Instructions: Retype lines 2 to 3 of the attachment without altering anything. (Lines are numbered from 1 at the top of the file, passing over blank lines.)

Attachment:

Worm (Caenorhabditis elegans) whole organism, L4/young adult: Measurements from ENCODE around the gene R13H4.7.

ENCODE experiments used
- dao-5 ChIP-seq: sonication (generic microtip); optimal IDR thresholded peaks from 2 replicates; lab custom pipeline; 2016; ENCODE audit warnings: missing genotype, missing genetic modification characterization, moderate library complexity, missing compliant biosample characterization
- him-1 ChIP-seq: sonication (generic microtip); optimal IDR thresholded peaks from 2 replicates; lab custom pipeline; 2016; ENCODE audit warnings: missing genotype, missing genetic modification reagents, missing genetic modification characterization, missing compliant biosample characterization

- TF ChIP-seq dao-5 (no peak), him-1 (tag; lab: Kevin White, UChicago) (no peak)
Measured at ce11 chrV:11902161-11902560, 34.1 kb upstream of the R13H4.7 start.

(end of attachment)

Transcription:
ENCODE experiments used
- dao-5 ChIP-seq: sonication (generic microtip); optimal IDR thresholded peaks from 2 replicates; lab custom pipeline; 2016; ENCODE audit warnings: missing genotype, missing genetic modification characterization, moderate library complexity, missing compliant biosample characterization